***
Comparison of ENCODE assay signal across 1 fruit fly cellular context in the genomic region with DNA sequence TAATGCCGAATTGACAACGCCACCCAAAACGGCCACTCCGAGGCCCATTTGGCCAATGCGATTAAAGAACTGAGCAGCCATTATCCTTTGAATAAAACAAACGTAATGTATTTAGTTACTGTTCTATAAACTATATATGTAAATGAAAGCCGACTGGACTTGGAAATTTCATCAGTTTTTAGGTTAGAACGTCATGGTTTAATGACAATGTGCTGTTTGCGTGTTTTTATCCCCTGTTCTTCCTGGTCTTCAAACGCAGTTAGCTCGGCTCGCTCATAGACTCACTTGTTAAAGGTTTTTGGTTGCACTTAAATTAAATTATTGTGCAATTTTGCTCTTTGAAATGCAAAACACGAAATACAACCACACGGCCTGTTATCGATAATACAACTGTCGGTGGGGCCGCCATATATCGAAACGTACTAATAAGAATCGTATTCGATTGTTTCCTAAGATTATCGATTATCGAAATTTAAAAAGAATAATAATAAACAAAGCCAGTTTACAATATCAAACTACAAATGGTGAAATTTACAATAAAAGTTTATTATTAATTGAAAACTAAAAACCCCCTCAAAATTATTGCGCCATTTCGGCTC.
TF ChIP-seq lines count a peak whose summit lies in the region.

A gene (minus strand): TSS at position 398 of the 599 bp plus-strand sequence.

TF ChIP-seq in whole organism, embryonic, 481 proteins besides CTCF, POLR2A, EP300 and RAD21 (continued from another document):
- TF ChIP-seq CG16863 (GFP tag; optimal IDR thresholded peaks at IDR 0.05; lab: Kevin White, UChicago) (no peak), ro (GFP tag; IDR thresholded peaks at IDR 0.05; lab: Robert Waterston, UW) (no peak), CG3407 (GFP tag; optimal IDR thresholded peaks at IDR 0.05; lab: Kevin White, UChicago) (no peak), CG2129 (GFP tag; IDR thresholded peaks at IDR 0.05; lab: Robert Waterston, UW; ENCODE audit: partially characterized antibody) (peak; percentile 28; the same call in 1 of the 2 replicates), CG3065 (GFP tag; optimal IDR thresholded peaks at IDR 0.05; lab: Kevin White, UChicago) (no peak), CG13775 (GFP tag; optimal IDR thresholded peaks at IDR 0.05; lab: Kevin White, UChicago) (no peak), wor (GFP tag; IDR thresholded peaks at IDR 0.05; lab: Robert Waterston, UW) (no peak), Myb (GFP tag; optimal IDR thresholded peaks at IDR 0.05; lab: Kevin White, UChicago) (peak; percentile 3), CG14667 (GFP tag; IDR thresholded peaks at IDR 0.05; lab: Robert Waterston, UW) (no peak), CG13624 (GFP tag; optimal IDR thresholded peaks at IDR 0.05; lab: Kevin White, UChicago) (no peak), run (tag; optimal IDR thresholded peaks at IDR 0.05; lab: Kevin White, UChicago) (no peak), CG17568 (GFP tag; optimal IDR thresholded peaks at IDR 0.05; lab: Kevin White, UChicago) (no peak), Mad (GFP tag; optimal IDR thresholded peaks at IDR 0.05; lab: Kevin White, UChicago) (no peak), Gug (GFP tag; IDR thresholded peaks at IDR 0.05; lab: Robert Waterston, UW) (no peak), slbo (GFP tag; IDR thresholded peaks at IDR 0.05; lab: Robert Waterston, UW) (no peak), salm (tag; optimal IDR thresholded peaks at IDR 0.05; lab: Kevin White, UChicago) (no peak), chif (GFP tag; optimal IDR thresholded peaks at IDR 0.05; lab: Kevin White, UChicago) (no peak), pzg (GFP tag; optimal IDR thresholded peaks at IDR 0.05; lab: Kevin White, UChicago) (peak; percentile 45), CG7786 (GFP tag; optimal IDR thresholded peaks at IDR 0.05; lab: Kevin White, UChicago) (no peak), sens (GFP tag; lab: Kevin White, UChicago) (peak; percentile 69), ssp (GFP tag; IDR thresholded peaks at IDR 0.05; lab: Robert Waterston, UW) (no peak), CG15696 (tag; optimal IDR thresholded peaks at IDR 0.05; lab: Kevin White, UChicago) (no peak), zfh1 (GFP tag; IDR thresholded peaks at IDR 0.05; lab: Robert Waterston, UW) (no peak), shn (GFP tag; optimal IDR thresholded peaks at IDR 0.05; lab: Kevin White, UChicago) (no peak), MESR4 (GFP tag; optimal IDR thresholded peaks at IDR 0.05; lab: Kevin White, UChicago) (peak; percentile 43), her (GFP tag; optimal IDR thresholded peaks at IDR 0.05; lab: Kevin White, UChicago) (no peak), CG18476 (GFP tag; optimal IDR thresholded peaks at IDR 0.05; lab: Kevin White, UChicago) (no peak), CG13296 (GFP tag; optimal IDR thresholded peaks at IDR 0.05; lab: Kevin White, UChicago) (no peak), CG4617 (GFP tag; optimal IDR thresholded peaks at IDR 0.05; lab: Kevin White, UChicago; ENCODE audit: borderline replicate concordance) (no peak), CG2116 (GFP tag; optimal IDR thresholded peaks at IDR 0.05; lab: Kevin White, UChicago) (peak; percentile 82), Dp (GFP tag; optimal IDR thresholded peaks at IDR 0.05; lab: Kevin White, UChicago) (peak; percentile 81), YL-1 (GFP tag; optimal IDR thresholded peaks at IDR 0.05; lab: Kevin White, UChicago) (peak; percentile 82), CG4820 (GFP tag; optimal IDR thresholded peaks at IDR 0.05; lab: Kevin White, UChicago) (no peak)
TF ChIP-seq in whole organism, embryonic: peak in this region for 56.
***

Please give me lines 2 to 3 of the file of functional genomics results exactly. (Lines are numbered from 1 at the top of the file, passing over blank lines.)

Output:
TF ChIP-seq lines count a peak whose summit lies in the region.

A gene (minus strand): TSS at position 398 of the 599 bp plus-strand sequence.